"The early descendants of Prince Bresal were considered aristocratic and were large landholders in the Kingdom of Ulster. The family was listed on the social register of Erin up to the Seventeenth Century. During the first decade of the 1600's the lands of all Ulster noblemen, including the Brassil's, were confiscated by the British Crown in revenge for Ulster's part in an abortive attempt to overthrow English rule. In 1610 we find where a Corman McTirlagh Brassil was granted 12 acres by the British Crown in return for his confiscated estate. On the vast lands of Ulster, taken over by the English Monarch, the Crown settled thousands of Scottish Lowlanders which gave birth to the Scotch-Irish race that later migrated in mass to the American colonies.

"Luckily, the Braswell family escaped the hardships suffered by their distant relatives in Ireland during the plantation of Ulster. About 1100 A.D. a small band of Ulster Brassil's crossed the narrow Irish Sea and settled in York County, England. This tiny colony grew until the entire community in Yorkshire came to be known as "Bracewell."

"The earliest record of the Braswell family in England is dated 1276 A.D. when mention was made of a certain Williamus Bracewell. In the Lincolnshire Records Society publications other references are made to individuals described as "de Bruncewell" in the thirteenth century. As we approach the fifteenth century the search begins to solidify. There appears to be two sets of Braswells, the de Bruncewells of Lincolnshire and the Bracewells of Yorkshire.

"On 27 March 1560 an EDMUND BRACEWELL of Grantham, Co. Lincoln, Sadler, London, England died. He had a son ROBERT.

"This ROBERT BRACEWELL married JONE. He was 30 years of age on 14 May 1583. He was Churchwarden of Grantham in 1596-97. He died 23 September 1613. He had five sons; Nathaniel, RICHARD, Robert, Edward, and John. The BRASWELL that migrated to America was the son of this RICHARD."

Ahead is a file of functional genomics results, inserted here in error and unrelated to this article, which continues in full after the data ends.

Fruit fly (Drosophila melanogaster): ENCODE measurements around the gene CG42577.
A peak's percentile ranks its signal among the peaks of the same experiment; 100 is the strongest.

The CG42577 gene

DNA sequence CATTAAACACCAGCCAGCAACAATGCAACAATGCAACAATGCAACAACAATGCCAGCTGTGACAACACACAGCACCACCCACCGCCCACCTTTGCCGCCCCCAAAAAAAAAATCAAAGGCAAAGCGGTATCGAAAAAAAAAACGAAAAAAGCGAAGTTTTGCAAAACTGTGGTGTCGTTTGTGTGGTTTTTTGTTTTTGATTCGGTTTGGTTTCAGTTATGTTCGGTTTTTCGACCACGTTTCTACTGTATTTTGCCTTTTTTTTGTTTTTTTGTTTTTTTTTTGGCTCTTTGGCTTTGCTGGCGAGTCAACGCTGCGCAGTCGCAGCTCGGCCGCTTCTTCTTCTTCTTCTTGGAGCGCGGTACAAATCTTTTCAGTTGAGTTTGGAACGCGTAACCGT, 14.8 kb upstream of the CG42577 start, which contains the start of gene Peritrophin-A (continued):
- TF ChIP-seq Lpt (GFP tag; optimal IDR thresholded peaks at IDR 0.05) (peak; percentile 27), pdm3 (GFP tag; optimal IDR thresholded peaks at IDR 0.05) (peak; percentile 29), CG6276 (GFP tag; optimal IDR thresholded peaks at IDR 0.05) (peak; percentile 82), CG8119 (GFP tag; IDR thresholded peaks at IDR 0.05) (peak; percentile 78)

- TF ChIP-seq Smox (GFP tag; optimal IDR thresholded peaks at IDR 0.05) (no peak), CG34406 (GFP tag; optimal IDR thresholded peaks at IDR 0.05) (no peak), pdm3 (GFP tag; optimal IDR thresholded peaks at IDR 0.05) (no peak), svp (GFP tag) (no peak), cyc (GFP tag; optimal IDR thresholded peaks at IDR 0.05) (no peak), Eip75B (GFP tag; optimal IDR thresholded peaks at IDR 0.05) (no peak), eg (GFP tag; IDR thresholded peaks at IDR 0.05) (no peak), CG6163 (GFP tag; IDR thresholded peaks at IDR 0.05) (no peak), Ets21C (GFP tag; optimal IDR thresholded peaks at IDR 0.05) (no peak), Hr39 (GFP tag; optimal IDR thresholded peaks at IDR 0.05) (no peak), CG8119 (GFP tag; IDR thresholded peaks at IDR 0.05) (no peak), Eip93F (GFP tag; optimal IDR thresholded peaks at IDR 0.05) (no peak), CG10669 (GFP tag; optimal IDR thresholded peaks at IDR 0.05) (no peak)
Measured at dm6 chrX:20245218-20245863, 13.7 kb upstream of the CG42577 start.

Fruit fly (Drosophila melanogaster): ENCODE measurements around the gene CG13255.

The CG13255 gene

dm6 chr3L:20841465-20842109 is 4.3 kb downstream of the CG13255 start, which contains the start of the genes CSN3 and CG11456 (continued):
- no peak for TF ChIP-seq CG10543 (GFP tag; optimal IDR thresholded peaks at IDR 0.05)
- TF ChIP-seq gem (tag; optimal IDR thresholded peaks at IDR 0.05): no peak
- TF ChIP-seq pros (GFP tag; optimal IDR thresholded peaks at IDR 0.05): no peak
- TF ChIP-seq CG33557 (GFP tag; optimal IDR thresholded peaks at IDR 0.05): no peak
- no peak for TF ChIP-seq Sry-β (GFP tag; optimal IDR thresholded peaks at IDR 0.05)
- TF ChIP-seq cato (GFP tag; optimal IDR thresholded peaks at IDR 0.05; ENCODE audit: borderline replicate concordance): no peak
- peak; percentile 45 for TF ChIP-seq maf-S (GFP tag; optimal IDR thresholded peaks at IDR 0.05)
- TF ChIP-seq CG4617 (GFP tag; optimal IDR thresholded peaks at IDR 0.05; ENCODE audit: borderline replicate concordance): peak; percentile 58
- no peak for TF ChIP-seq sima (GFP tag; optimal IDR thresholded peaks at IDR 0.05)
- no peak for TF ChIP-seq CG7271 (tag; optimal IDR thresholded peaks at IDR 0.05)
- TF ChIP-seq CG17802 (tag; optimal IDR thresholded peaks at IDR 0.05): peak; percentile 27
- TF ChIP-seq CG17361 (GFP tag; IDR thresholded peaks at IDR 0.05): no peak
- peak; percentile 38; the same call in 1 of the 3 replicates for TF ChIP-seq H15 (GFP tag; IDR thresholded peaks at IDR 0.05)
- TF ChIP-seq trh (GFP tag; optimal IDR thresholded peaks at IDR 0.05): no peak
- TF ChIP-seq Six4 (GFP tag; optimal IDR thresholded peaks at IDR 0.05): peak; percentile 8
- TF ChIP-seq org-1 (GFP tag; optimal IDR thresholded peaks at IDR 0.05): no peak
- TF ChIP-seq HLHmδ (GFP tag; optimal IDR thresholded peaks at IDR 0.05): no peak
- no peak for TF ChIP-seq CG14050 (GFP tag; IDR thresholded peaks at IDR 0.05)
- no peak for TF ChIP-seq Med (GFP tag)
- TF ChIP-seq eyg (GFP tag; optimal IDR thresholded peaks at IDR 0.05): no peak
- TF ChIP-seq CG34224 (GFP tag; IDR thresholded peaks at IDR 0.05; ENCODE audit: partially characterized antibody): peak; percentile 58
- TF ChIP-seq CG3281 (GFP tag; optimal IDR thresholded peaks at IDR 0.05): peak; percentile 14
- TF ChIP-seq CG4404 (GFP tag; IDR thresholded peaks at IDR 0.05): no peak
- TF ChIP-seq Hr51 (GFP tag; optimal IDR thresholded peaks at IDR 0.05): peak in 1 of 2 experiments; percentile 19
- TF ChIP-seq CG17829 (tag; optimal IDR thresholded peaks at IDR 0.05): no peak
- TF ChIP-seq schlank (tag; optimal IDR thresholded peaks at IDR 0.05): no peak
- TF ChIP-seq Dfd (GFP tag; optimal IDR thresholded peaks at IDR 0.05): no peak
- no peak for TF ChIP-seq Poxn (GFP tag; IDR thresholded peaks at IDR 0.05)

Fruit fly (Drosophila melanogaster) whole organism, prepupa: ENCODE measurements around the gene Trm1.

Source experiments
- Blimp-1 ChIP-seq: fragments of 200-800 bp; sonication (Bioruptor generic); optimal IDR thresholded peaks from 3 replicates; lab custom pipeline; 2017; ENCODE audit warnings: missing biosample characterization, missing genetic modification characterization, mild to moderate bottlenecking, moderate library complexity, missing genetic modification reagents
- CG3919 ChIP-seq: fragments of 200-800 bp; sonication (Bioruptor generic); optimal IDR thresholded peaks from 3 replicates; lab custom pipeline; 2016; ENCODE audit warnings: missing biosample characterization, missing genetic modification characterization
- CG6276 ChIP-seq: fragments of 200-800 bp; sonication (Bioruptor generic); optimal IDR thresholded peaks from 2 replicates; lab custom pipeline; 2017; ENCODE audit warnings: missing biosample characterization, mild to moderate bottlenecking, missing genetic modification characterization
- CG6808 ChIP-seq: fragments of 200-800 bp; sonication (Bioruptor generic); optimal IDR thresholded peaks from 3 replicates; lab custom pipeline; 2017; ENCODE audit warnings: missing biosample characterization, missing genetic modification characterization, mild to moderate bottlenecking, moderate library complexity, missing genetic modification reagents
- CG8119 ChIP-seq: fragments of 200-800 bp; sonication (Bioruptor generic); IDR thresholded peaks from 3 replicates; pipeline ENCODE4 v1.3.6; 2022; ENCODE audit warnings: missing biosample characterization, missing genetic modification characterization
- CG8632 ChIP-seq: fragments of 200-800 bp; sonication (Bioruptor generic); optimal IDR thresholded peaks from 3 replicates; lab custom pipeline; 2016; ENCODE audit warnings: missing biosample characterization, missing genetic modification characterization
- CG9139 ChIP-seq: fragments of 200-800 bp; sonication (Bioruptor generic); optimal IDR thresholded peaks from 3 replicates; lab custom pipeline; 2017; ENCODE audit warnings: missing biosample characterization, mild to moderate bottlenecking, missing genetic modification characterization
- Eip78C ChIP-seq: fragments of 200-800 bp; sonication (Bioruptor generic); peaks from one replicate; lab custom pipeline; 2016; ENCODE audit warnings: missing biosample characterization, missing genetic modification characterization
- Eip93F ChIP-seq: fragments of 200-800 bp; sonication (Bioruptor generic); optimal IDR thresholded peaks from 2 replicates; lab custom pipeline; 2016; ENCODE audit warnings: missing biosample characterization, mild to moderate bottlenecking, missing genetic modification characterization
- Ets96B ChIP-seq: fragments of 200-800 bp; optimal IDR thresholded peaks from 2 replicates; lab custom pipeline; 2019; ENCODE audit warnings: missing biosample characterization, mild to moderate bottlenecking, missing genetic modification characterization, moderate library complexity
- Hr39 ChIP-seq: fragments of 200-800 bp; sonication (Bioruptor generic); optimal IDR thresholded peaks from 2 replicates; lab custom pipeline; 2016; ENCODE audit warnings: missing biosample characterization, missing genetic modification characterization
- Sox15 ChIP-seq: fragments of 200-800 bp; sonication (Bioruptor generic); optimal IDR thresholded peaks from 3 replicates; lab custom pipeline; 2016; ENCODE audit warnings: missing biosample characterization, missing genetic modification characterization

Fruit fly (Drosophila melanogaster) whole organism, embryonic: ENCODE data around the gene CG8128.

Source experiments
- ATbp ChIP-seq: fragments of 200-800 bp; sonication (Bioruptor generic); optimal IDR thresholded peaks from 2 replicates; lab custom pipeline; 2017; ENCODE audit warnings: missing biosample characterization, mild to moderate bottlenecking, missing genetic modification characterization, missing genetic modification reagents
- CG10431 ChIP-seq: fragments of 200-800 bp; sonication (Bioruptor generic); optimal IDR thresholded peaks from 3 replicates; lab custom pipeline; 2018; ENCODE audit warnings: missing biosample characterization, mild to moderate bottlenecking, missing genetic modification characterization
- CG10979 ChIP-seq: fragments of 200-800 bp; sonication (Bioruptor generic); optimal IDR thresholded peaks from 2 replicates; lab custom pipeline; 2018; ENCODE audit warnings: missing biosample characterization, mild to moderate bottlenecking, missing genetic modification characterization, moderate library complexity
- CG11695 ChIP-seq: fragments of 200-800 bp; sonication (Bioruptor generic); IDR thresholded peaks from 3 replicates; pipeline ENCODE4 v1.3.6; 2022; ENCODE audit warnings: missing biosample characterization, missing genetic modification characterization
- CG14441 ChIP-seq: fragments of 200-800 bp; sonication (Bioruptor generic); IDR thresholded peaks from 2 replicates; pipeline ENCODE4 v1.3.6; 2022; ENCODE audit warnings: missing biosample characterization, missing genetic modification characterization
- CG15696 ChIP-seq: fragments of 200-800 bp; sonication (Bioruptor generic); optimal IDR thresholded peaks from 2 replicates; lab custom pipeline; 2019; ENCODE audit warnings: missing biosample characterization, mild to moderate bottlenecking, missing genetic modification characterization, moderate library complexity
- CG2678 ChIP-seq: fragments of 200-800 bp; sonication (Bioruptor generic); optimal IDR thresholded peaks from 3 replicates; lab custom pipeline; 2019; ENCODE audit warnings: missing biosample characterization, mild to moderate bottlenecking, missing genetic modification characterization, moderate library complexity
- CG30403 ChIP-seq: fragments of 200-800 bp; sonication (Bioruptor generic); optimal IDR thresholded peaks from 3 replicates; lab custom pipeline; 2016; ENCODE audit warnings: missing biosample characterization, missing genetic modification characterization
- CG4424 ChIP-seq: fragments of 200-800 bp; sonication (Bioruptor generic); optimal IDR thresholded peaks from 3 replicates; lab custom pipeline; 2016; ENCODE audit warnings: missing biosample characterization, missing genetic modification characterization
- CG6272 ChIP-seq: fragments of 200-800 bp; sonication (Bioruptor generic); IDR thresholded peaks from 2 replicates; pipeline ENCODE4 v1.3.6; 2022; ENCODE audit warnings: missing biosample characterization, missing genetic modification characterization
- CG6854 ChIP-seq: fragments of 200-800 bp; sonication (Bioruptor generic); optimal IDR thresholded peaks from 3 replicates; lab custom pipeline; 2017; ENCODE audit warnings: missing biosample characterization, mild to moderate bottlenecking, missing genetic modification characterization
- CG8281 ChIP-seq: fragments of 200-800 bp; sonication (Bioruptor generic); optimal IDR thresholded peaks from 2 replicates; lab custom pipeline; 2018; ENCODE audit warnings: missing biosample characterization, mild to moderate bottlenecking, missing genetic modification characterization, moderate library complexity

Note: Information located by David Kruger of Houston, Texas (cousin to Joyce Ann Braswell on her paternal Grandmother's side.)



 The early BRASWELLS settled in what is now Nash and Edgecombe Counties, North Carolina. All this territory was owned by the English Crown, but North Carolina had a more liberal charter than Virginia.

About this time (1688) William and Mary went to England as sovereigns to replace the deposed James II. This posed a grave problem for the Loyalists, because the colonists had named their

children for the English rulers Elizabeth, James, or others. There were many Elizabeths. This had been done to gain more favors from the Crown. Now with William and Mary the name William became more popular. William BRASWELLs were found all up and down the swampy creeks, and this made a problem for each one to retain his own identity. So the BRASWELLs, like many others, changed the spelling of their last name to be distinguished from cousins, uncles, nephews, and fathers. So BRACEWELL became BRASWELL, BRAZIL, BRAZEL, BRASUEL, and other spellings, but an effort was made to keep the sound of BRACEWELL.

About this time a certain William BRASWELL (writer's grandfather several generations back) found himself in an embarrassing situation- his religion would not permit him to swear. Yet his loyalty to the colony required him to take an oath of allegiance to the state of Virginia. He hesitated or put off signing the oath of allegiance along with fifteen others of his belief. They were arrested and brought before the judge and charged as being "recussants" (refusing to cuss). For this crime he was forced to pay double taxes. He had refused to swear because the Bible said "Swear not". From that time until now his descendants have taken pride in his religious fervor. This incident has been passed on from father to son until this good day. The courts now accept that one may affirm if his conscience forbids him to swear. (From William and Mary Quarterly)